Sunday, November 12, 2017

Anouar Brahem - Blue Maqams (ECM Records, 2017)

This is an interesting album of jazz/world fusion made by a classy band consisting of Anouar Brahem on oud, Dave Holland on bass, Jack DeJohnette on drums and percussion and Django Bates piano. They make a smooth as silk sound that is comparable to music that bands like Codona and Oregon made for ECM in the 1970's. Brahem is originally from Tunisia, but is based mostly in France and he gets an appealingly warm tone from his instrument, which isn't used all that often in jazz, apart from the Lebanese born Rabih Abou-Khalil. The album starts out in excellent fashion with the track "Opening Day" with the subtle oud setting an exotic foundation for the music, followed by DeJohnette's subtle percussion primarily on cymbals. The oud has a character or quality of musical sound that is distinct from that of a guitar, and it fits in well with the remaining instruments, especially Bates' gentle and spacious piano which allows the music to ebb and flow in a graceful manner. "Bahia" also opens with unaccompanied oud, resonating in open space, along with subtle vocalization. After about two and a half minutes the remainder of the band gradually enters, with beautiful bass playing from Holland acting as the perfect counterweight to the other stringed instrument. DeJohnette plays a very light and nimble rhythm that suits the music very well, while Bates seems to sit out for most of the track. Silence frames the opening of "Bom Dia Rio" as Brahem carefully plucks out quiet notes and places them carefully in the open space. After a couple of minutes, the keyboard, bass and drums enter, filling out the sound nicely, but never overwhelming it. Bates frames the music with well articulated notes and chords, while Holland and DeJohnette engage Brahem directly. The group develops a fine full band improvisation that has a delicate and precise groove that provides the forward motion. Bates' cascade of notes are capable of making fine distinctions within the music, and Holland steps out for a very impressive bass solo which is delicately complex and understated. Brahem solos over the bass and drums, making use of clever and indirect methods to achieve success, with a sound that is sharp or penetrating, while perceive or recognizing his role in the music. This was a very interesting album and a fine example of how jazz and world music can successfully collaborate and draw inspiration from one another. Blue Maqams - amazon.com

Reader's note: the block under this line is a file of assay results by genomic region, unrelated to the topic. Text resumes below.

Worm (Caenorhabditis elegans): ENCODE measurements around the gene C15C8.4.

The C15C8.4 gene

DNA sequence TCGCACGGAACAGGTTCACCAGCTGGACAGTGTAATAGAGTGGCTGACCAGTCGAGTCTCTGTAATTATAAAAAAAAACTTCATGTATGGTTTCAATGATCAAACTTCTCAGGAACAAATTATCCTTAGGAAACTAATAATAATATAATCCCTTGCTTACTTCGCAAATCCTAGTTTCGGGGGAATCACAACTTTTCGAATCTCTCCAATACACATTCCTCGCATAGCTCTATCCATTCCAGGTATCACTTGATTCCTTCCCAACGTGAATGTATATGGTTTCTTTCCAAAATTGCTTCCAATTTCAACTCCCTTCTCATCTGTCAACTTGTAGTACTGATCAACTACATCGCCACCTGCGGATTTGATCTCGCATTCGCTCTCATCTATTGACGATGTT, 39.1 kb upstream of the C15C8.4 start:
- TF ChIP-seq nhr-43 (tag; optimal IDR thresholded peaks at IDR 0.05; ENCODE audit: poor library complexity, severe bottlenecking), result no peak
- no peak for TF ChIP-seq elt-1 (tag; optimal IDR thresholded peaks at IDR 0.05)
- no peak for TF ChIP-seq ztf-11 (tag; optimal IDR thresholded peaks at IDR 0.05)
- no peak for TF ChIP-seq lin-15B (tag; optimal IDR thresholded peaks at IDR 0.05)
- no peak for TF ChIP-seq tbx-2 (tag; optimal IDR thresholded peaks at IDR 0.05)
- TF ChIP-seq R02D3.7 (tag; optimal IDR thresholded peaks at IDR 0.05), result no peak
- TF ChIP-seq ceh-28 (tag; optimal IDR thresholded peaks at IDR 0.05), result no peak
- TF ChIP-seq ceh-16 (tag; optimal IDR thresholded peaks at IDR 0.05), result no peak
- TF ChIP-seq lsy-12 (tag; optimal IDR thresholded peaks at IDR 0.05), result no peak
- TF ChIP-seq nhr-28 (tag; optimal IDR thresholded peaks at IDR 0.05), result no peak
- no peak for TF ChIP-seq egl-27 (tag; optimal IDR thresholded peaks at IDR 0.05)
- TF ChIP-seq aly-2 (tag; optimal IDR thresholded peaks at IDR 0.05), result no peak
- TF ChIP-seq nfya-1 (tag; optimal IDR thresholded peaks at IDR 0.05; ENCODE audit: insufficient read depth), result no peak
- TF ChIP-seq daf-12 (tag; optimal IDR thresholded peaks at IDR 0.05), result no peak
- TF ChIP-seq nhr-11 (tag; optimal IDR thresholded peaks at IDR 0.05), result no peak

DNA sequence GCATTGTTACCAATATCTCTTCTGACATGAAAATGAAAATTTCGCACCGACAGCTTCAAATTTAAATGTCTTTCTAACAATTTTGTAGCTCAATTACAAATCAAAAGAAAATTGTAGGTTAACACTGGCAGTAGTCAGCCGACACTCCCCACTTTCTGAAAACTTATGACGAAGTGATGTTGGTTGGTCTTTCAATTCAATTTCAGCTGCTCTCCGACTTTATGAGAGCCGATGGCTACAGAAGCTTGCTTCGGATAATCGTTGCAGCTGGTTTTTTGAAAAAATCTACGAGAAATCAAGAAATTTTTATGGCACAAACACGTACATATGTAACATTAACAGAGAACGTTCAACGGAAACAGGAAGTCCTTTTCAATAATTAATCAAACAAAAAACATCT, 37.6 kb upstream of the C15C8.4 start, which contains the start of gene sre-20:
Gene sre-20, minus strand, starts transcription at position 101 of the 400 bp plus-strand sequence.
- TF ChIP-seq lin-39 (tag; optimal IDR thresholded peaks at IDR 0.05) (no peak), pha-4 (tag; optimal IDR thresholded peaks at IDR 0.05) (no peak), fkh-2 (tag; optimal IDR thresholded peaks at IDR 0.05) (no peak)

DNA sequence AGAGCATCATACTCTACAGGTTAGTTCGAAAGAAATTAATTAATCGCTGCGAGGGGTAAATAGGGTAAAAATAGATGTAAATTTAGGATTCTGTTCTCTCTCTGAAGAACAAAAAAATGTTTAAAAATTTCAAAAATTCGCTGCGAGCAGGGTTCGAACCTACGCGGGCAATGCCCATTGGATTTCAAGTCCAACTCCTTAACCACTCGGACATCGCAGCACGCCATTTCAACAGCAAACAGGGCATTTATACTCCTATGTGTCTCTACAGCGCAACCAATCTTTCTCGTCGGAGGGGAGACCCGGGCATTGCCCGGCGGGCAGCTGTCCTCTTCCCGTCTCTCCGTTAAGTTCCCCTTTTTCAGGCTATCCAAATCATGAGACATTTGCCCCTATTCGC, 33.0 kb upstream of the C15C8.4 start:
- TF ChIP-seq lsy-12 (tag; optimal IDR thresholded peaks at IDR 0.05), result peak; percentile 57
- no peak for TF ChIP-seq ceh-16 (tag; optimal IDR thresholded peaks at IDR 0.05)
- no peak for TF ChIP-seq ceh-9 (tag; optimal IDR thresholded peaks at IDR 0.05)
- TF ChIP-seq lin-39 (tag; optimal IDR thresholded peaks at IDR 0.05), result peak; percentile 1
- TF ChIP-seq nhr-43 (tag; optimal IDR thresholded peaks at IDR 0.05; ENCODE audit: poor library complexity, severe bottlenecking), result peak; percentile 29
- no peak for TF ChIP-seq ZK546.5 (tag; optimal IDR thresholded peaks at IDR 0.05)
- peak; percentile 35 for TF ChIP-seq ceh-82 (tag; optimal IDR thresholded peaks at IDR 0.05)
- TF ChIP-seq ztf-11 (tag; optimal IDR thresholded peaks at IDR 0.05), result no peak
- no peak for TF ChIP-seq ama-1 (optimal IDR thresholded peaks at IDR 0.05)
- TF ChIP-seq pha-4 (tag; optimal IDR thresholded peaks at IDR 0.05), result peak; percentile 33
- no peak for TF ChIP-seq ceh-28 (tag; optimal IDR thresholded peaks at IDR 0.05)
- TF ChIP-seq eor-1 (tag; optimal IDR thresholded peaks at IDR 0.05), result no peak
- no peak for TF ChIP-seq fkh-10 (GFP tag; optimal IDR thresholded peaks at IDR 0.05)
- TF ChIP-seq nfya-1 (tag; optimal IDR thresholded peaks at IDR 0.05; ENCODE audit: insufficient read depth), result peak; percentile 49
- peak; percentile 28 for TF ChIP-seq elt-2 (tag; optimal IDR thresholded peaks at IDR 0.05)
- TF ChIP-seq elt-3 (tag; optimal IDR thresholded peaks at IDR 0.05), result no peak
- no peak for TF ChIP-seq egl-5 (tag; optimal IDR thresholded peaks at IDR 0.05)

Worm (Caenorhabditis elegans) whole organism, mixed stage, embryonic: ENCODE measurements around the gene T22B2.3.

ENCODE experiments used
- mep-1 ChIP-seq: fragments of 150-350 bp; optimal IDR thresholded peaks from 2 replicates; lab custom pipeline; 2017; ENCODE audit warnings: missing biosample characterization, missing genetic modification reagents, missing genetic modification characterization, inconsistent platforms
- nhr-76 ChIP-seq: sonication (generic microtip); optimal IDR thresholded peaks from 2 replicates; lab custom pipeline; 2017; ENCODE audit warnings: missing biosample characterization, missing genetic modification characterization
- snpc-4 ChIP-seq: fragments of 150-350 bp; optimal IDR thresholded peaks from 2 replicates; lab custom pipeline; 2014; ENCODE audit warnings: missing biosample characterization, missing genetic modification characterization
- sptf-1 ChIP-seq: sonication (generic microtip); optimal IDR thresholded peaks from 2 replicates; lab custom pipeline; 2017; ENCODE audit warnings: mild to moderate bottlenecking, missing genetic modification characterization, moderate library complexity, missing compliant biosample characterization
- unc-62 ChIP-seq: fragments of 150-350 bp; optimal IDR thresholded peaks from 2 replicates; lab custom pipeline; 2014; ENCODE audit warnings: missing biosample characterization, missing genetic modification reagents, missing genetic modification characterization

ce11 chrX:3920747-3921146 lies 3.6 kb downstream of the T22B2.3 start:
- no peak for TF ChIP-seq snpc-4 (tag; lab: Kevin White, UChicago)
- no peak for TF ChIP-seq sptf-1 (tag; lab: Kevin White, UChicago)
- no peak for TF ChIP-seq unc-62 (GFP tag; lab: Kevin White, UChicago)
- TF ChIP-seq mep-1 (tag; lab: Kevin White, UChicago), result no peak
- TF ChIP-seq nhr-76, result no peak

Send comments to Tim.